The real estate that "plays" Downton Abbey, Highclere Castle, has been the home of the Herbert family since 1679. In 1922, George Herbert, the 5th Earl of Carnarvon, co-discovered the Tomb of the Egyptian pharaoh Tutankhamun. On the show, the names of the Earl of Grantham's beloved dogs, Pharaoh and Isis, are nods to the real castle's connection to Egyptian history.
Cast members of the show have revealed that the costumes are, in many cases, actual articles of clothing from the 1910s and 1920s. They are so fragile that they cannot be laundered, and as a result, don't smell very good.
Queen Elizabeth is among Royal fans of the show. She has spotted errors in various episodes, according to the Daily Telegraph. She noted a WWI soldier was wearing medals awarded in WWII. The Queen also has been a guest at Highclere Castle.
During the second season, the Abbey is turned into a recovery house for troops. At Highclere Castle, the house used for the show, the Countess of Carnarvon during World War I turned the house into a hospital. Unlike Cora Crawley, the Countess eagerly opened her home and there are letters in some of the rooms from former patients thanking her for her hospitality.
The series is filmed at Highclere Castle, set on 1,000 acres in Hampshire, a landmark estate owned by the Herbert family, the Earls of Carnarvon, since the late 17th century. It's open to the public during the summer, and can be rented for weddings and other events. The kitchen and downstairs were shot in a London studio because those parts of Highclere have been modernized. The servants' quarters were shot at the studio because the upper floors at Highclere are in need of repair.
Costume designer Anna Robbins stated that she sources many vintage clothes for the show from trips home to her native Scotland, where second-hand stores are less picked-over. She also goes to Paris once a year to buy costumes.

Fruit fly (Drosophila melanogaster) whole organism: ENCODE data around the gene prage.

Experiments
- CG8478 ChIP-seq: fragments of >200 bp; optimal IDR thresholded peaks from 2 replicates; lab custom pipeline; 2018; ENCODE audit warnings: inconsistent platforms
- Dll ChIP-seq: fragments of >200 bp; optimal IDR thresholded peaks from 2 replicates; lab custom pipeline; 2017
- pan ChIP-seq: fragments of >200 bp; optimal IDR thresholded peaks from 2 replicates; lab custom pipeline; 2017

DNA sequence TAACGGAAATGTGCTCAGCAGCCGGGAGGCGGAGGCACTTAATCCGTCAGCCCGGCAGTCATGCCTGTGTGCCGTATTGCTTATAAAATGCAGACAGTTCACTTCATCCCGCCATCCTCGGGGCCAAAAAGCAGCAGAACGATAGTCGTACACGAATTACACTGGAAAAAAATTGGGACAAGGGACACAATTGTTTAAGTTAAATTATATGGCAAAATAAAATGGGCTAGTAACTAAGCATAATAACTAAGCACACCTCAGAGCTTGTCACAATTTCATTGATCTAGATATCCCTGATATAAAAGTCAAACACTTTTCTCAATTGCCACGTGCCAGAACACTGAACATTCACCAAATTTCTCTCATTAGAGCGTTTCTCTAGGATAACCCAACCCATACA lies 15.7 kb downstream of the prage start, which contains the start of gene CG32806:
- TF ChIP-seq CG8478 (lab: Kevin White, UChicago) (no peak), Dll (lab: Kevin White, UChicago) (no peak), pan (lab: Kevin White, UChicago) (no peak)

Kate Winslet and Alan Rickman were in talks to guest star together on a episode of Downton Abbey as a married couple. Kate Winslet could not do it at the time because she was expecting a baby. Alan Rickman was interested but decided against it because Kate Winslet couldn't appear with him.
According Joanne Froggatt, Anna originally meant to be a slightly older character, because they didn't want an age-gap between her and Bates. However they were so satisfied with Joanne, who is 17 years younger than Brendan Coyle, that the relationship of Anna and Bates was turned out to be a May-December romance.
In Disney's Cinderella (2015) Rose (James) and Daisy (McShera) play almost the opposite roles as they do in Downton. In Cinderella, James is a servant whilst McShera is an aristocrat. While in Downton James plays an aristocrat and McShera plays a servant.
Julian Fellowes' inspiration for his original story came from authors such as Edith Wharton ("The Buccaneers") and close friend Henry James's general research of the novel's time period and subject matter. He also sourced the 1989 book "To Marry an English Lord". Elizabeth McGovern's character Cora, was the first one that he developed.
When the first series was broadcast, Julian Fellowes, the creator and executive producer, was annoyed at newspaper articles which printed viewers' criticisms of anachronisms (e.g. TV aerials and double yellow lines in shot), especially the newspapers' assumptions that all such criticisms were valid. The word "boyfriend" was wrongly thought to be an anachronism when it first appeared in print in 1889, long before the time when Downton Abbey was set. At the time, he said "They think to show how smart they are by picking holes in the programme to promote their own poshness and to show that their knowledge is greater than your knowledge". However in an article in Radio Times on 17 September 2011, coinciding with the start of the second series, Fellowes apologised and commented "I behaved rather badly by getting the hump".